T20 could eradicate Test cricket, says Buttler

Jos Buttler has warned that Test cricket could be wiped out by Twenty20 if the shortest format continues to thrive.

England's Jos Buttler   -  Getty Images

Twenty20 could wipe out Test and one-day internationals and become cricket's sole format in the future, according to England's Jos Buttler.

Buttler has been a vital part of England's revival in the limited-over game, the 27-year-old averaging 37.63 in ODIs and 26.62 in T20Is.

So destructive and explosive is Buttler he has become a big draw in the T20 leagues, fetching just under £500,000 in the Indian Premier League draw when he was bought by Rajasthan Royals – having previously represented the Mumbai Indians.

That spell comes after scoring 202 runs in six games for the Sydney Thunder in the Big Bash League, the tournament played in front of huge crowds.

And that is something that Buttler believes could see T20 take over the cricketing world.

"I feel cricket could become a one-format game in the future – whether that's soon or in 15 to 20 years," he told Sky Sports.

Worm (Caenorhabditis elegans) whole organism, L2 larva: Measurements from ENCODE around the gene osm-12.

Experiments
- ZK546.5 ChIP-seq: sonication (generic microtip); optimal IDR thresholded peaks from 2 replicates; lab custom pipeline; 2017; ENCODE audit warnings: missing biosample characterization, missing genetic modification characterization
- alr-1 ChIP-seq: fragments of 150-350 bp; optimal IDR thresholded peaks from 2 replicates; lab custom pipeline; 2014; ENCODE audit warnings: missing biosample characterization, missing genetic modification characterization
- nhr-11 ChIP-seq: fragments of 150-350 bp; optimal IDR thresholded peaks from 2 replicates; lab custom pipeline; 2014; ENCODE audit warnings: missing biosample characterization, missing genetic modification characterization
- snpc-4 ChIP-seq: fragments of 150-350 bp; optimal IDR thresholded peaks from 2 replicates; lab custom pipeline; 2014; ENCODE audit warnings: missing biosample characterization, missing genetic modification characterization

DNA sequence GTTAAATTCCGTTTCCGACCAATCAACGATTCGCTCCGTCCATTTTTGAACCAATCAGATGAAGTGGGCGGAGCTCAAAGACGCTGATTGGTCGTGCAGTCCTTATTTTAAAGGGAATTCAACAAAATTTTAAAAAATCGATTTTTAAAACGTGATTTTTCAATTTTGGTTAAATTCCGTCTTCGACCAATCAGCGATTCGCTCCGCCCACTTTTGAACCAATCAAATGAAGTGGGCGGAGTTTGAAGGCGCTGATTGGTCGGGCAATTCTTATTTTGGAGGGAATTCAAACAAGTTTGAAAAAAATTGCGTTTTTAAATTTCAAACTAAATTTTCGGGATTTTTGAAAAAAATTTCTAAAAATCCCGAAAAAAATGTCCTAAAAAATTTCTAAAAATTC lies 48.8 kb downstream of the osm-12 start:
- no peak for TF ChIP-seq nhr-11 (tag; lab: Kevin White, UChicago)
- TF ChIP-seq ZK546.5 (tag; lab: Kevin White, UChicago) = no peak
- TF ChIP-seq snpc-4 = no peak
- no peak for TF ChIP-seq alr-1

"Test cricket is still, for me, the pinnacle of cricket but T20 fills out stadiums and is easy to keep up with a follow.

"Everyone wants things faster these days and things evolve, so maybe Twenty20 could have a monopoly on cricket.

"We all love the history of Test cricket – you will never have situations thrown up in T20 that Test cricket can do to you and you will never be tested as a player as you would in Test cricket.

"It's a complete test of everything and it would be sad (if it went), but as a product T20 is going from strength to strength.

"Hopefully the administrators can find a way of making the Test game more popular - it's awesome and I'd love to be playing in it."

Buttler's Test career has failed to flourish, though, with only 18 caps to his name having fallen behind Jonny Bairstow as England's wicketkeeper.

"[Not making the Ashes squad] was a wake-up call that I have slipped down the ladder in red-ball cricket and white-ball cricket is obviously my strength," he added.

"I thought if I'm serious about playing red-ball cricket I could give up the white-ball stuff for two years and spend winters playing red ball, but I feel like there are too many opportunities to go down that route."

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